Summary

Review Price to be confirmed

Key Features: 1.63-inch 320 x 320 AMOLE display; Leather strap; IP55 water and dust resistant

Manufacturer: Asus

First Impressions of the Asus ZenWatch: Our new favourite smartwatch?

If you haven't heard there's a thing called smartwatches happening. No one is totally certain why we need them yet, but most companies are having a go anyway.

The latest effort is the Asus ZenWatch and it's a promising one. This Android Wear smartwatch doesn't break the mould, but it has a nice sense of style that won me over.

It will sell for €199 later this year, though there's no confirmed UK price yet.

SEE ALSO: What is Android Wear?

Asus ZenWatch: Design & Features

The main features are a 1.63-inch screen with a 320 x 320 resolution. It's an AMOLED screen, too, just like the Samsung Gear Live, and it makes a good first impression. It's bright, sharp and colourful -- all the things you want from any screen.

It's not a curved screen, but the ZenWatch has a curved design. The glass on the front has a gentle curve to it and the slightly tapered frame gives the ZenWatch a more watch-like appearance than boxier rivals. It's much prettier than the LG G Watch, that much is certain.

SEE ALSO: Best Android Wear Apps

I also like the tan leather strap. It goes nicely with the black fascia and subtle gold highlights. This is a smartwatch with a little bit of style. And if you don't like the strap, it supports standard watch straps and there's a quick release mechanism that makes it easy to change.

On the inside it's fairly standard. There's 512MB of RAM, 4GB of internal storage and a 1.4Wh battery that claims you'll get a day of use. Yes, it may look nice, but the ZenWatch will need charging everyday. Just add it to the list on the bedside table.

SEE ALSO:
Android Wear Tips and Tricks

Asus ZenWatch: Software

Being an Android Wear device, much of the software is standard to all Android Wear devices. That means a strong reliance on voice search to access all the features.

There are some Asus touches, though. Most of these, unsurprisingly, revolve around integrating with Asus' other devices and the ZenUI ecosystem it's developing on Android.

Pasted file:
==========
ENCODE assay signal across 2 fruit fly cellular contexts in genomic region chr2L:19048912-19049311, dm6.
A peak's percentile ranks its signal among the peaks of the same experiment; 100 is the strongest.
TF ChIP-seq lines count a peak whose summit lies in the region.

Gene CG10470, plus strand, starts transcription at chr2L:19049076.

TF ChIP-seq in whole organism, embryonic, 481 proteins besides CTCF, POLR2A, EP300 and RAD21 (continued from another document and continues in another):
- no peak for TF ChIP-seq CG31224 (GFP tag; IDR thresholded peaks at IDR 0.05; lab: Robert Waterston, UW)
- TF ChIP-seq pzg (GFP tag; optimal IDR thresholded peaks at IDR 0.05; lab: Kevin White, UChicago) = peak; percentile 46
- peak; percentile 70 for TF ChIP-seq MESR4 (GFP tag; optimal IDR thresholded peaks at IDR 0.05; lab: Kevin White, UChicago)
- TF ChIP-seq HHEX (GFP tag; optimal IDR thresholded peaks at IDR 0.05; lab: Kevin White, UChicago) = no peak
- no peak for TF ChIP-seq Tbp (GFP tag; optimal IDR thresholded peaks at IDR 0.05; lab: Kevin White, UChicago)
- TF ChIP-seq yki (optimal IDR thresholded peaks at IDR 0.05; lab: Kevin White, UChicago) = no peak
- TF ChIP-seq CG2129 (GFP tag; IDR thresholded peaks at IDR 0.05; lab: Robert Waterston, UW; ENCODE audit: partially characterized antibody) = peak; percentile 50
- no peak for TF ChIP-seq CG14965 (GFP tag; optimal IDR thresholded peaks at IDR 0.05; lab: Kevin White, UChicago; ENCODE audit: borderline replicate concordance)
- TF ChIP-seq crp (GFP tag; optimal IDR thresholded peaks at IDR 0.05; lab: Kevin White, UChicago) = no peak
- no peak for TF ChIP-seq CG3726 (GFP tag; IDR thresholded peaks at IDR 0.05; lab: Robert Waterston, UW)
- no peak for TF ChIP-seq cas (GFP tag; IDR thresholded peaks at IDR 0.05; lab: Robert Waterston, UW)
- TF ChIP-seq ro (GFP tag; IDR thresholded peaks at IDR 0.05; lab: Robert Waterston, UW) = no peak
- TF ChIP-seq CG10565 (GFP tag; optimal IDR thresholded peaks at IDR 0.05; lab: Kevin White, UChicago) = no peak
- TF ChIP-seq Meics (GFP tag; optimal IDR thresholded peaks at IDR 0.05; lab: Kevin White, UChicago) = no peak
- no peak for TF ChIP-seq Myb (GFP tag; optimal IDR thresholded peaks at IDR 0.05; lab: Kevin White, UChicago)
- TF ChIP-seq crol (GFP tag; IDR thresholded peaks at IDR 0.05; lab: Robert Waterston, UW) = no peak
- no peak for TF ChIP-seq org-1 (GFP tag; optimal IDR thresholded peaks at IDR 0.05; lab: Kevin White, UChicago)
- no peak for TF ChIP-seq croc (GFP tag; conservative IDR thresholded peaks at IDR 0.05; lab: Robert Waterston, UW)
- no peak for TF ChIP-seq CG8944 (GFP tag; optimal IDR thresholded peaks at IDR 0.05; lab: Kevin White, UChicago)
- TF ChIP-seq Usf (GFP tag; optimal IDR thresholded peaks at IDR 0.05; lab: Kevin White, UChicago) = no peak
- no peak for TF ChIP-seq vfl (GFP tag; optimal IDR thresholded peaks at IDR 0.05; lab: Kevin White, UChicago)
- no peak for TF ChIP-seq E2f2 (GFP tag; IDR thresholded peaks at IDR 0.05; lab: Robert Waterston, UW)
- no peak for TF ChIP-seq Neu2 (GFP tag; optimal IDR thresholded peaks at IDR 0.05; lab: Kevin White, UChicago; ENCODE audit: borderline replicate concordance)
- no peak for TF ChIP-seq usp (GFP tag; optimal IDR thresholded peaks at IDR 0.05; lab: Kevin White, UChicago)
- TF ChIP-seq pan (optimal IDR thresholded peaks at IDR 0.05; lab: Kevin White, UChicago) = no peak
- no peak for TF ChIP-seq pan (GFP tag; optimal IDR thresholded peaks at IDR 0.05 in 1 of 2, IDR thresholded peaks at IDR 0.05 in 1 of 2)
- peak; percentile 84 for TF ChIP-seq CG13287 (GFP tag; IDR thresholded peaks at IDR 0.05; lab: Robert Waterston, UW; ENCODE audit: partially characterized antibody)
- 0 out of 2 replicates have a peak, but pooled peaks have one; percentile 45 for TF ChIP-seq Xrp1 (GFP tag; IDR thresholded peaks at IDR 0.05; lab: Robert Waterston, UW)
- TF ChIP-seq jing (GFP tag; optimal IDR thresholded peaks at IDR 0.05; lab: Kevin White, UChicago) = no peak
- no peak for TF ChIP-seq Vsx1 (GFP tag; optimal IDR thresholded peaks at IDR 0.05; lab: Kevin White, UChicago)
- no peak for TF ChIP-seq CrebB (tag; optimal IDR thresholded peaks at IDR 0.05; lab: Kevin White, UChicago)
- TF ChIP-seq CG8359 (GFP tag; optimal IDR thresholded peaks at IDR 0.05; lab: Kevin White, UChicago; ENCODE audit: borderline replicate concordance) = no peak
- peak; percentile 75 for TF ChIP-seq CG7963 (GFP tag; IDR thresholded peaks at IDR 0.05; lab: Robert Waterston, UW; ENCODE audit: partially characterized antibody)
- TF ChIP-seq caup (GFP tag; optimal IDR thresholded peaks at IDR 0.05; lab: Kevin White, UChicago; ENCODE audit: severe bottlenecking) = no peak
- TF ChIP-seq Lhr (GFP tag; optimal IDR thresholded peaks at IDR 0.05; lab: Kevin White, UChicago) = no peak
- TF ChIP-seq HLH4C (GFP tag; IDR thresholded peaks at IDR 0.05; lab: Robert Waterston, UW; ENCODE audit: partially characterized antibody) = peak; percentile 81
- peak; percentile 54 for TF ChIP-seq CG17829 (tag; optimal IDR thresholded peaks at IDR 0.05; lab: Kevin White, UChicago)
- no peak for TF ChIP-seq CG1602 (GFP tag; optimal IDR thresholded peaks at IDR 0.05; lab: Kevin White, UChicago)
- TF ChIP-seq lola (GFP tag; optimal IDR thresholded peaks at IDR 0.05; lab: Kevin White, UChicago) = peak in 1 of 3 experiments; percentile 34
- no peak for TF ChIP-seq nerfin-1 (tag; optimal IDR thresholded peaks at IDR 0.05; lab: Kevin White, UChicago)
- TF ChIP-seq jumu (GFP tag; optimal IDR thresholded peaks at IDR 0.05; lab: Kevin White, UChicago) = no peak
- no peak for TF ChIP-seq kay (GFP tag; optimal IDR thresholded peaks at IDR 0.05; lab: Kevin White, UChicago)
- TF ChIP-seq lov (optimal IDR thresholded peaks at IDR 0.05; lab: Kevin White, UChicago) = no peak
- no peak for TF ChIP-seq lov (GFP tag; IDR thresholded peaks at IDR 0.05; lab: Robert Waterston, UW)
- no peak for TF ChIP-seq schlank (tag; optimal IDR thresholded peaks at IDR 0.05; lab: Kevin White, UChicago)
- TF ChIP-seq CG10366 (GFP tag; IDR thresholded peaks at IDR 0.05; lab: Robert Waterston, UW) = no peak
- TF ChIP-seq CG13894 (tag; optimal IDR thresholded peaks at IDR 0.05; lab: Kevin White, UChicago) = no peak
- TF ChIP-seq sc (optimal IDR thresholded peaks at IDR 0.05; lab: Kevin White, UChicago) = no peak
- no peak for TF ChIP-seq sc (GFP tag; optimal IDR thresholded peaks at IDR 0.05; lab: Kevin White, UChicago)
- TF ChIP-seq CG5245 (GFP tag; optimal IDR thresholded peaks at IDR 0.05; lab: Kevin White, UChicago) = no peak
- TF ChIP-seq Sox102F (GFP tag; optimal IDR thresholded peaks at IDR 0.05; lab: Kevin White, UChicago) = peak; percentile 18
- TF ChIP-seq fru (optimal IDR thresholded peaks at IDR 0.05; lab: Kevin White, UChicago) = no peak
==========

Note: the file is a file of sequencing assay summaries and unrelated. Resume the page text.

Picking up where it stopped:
Sadly the watches I saw were all in a demo mode, but here's a quick run down of what you can do.

Watch Unlock
Unlocks your phone using your smartwatch. I'm not sure how useful this one is, but it's a neat trick.

Tap Tap
This is a user configurable feature. Simply select your favourite feature and a double tap on the phone will activate it.

Cover to Mute
If you have a phonecall you don't want to take right now, cover the watch with your palm and it will mute your phone. A neat little time saver.

Find My Phone
This doesn't require any explanation, though it does need your phone to be in Bluetooth range. It's not magic.

Remote Camera
This lets you control for Asus phone or tablet's camera, so you can frame a shot and take it using your watch. Probably of limited use in real life, but might be useful for contrived selfies.

The ZenWatch also supports Asus' What's Next and Do It Later apps for alerts on where you need to be what and what you should be doing.

First Impressions

Most Android Wear smartwatches do largely the same the things in the same way, so much of the decisions come down to style and price.

The Asus ZenWatch isn't the cheapest out there, but it's the most stylish one we've seen in person. That might change when we see the Moto 360 and other contenders, but this is a good first effort.

Next, read why smartwatch makers need to figure what we need first and fast

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